Grouseland Rifle Crafted by First Indiana Sheriff Designated Official State Rifle

Vincennes, Indiana – March 7, 2012 – The first sheriff in what became the State of Indiana, John Small (1768 – 1821), was not only a militia captain, tavern-keeper and territorial legislator; he was also a master artist and craftsman, particularly as a gunsmith.

The Official Rifle of the State of Indiana

Grouseland Foundation, stewards of the President William Henry Harrison Home, “Grouseland,” in Vincennes, Indiana, is proud to own one of only six known remaining long rifles made by John Small, the first sheriff of Knox County, Indiana, at a time when Knox County extended across the current states of Indiana, Illinois, Wisconsin and Michigan.

Photo courtesy of Jeff Jaeger

House Bill 1283 in the Indiana General Assembly, which passed on March 6, 2012 by a vote of 78-2, was amended by Sen. John Waterman (R-39,Sullivan) to designate the “Grouseland Rifle” as the official rifle of Indiana.  The legislation was co-authored in the House of Representatives by Rep. Kathy K Richardson (R-29, Noblesville), Rep. Matt Pierce (D-61, Bloomington), and Rep. Thomas E. Saunders (R-54, Lewisville).  Senate sponsors were Sen. Beverly Gard (R-28, Greenfield), Sen. Vi Simpson (D-40, Bloomington) and Sen. Lindel Hume (D- 48, Princeton).

State Senator John Waterman (R-Shelburn), stated, “What makes this story particularly interesting, and why I believe the Grouseland Rifle is worthy of being named the Indiana State Rifle, is because John Small was also commissioned by William Henry Harrison to design the Seal of the Indiana Territory – which later became the Indiana State Seal.”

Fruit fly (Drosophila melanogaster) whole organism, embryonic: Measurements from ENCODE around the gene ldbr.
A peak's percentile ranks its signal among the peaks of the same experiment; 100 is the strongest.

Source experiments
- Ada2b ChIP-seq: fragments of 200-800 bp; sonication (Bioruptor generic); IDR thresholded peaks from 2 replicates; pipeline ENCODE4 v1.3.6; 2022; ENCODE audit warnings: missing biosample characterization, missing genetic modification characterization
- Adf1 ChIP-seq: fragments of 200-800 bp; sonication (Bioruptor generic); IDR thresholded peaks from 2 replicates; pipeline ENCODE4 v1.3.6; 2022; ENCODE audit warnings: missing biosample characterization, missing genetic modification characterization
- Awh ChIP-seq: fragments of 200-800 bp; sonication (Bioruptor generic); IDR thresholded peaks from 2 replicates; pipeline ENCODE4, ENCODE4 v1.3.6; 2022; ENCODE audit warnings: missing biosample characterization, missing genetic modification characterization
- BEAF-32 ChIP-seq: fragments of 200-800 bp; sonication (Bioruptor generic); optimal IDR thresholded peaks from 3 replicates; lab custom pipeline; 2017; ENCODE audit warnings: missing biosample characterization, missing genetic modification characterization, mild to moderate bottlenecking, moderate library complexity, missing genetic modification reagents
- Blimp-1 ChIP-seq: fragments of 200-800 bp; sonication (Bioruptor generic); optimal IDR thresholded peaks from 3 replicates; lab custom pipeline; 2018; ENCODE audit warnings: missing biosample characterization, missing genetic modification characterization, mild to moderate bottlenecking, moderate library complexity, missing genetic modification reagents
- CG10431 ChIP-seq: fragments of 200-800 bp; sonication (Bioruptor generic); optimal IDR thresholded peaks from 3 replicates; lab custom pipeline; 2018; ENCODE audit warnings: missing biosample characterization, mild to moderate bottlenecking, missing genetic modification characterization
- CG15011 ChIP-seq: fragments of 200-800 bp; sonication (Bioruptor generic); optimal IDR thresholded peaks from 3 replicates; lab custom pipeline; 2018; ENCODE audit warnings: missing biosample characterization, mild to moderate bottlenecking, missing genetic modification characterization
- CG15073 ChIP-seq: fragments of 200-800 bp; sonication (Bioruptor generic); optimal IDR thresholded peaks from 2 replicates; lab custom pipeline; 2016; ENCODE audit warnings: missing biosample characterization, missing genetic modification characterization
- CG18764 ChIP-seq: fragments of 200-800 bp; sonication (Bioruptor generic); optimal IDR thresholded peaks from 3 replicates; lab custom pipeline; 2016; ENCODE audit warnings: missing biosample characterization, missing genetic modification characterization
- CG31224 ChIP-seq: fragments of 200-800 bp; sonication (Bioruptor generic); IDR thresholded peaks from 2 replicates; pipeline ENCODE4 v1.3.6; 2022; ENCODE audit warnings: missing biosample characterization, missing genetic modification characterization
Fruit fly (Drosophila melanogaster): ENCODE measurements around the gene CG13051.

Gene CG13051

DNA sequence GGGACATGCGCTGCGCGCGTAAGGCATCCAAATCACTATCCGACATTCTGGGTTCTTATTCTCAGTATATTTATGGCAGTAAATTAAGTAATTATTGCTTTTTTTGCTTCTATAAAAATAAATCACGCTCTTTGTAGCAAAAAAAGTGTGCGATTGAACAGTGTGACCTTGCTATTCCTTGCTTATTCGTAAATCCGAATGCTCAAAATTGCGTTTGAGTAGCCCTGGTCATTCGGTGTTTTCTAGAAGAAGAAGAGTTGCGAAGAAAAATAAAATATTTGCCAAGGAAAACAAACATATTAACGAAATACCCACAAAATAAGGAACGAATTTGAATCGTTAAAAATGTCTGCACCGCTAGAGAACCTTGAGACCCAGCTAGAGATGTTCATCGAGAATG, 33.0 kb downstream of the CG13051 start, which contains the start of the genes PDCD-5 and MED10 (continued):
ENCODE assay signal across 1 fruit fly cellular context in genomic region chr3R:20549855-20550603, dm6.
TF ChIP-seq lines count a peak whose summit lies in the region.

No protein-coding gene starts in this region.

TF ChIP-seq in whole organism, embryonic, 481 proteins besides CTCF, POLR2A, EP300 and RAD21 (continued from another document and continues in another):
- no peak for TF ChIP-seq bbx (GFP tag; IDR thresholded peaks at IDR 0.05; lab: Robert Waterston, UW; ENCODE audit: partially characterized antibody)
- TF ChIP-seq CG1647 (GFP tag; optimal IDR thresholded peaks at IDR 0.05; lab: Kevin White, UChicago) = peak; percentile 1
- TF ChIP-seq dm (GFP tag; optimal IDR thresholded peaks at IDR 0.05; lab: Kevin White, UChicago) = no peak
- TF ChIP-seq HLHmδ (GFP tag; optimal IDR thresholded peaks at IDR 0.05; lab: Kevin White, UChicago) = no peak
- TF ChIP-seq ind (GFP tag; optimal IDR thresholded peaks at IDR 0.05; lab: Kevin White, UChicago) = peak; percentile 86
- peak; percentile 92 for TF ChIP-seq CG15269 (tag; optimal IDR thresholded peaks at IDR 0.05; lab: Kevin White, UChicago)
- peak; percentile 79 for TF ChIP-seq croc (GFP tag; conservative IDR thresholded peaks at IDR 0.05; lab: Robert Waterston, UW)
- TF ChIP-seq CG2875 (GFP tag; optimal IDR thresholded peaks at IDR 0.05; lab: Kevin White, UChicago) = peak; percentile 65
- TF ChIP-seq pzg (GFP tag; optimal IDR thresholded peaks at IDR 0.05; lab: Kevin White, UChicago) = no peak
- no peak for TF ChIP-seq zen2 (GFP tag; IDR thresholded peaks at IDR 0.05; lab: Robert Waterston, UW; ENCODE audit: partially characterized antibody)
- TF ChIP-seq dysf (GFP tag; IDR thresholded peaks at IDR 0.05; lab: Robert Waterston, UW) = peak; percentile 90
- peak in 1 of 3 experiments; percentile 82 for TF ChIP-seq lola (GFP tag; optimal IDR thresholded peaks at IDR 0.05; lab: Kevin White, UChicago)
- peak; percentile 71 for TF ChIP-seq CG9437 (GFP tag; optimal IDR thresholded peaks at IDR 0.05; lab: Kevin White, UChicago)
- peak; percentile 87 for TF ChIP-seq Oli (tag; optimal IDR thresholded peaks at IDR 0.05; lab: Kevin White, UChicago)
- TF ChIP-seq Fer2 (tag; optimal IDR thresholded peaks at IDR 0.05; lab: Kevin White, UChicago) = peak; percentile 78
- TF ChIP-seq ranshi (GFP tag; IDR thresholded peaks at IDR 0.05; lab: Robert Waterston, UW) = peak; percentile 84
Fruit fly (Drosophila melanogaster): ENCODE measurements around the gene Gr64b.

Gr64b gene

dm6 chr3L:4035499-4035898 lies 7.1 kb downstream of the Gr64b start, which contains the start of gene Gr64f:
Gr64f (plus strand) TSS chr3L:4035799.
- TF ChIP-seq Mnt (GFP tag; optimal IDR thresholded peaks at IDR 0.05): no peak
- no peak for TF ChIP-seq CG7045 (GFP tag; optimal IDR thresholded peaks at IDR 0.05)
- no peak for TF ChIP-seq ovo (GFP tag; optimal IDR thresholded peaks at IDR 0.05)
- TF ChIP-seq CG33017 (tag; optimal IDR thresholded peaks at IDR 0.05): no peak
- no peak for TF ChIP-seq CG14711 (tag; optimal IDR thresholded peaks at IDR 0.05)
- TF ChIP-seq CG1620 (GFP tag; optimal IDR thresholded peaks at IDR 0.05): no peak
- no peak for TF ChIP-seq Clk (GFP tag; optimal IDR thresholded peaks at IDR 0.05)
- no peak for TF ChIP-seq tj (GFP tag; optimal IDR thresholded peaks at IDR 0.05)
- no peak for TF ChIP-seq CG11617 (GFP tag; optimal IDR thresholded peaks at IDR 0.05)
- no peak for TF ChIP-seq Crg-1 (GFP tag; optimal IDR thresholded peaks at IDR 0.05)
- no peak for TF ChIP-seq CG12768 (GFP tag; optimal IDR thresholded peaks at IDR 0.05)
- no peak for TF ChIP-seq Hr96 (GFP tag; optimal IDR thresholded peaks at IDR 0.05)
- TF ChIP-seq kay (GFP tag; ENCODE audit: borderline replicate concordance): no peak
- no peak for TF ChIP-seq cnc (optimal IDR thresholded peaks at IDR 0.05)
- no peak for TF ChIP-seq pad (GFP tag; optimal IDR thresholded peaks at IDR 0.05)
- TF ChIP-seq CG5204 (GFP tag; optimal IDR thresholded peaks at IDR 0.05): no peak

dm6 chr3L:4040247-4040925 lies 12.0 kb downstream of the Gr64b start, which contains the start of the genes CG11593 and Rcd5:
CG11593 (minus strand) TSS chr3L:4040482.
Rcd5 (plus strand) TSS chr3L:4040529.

Waterman continues, “We do not know if this rifle was carried in a famed frontier battle, but it most certainly provided food and protection to a pioneer family of early Indiana.   This rifle and its maker are both integral parts of Indiana history and as such, the rifle is worthy of its designation as the Indiana State Rifle.”

John Small came to the American colonies with his family from Ireland in 1768 and was raised in Pennsylvania.  At the age of 14, he had begun his career as a gunsmith, serving at Fort Pitt and as a militia soldier during the American Revolution.

Small moved to Vincennes by 1785 and established himself as a merchant and gunsmith.  He was appointed an officer of the local militia and in April 1786, led a force of mounted militia into a fight with Piankeshaw Indians, which became known as the Battle of the Embarras.

In 1788, Small opened a tavern on the banks of the Wabash which was eventually used as the first Knox County Courthouse between 1790 and 1794, and the Indiana territorial legislature met there before the territorial capitol building was built around 1805. In 1797, Small established the first ferry across the Wabash River from his tavern property.

In 1799, Small was the last representative of Knox County to the Northwest Territory Legislature just before the Indiana Territory was founded in 1800.  The following year, he was appointed Surveyor of Lands for Knox County and served as Adjutant General of the territorial militia under Governor Harrison.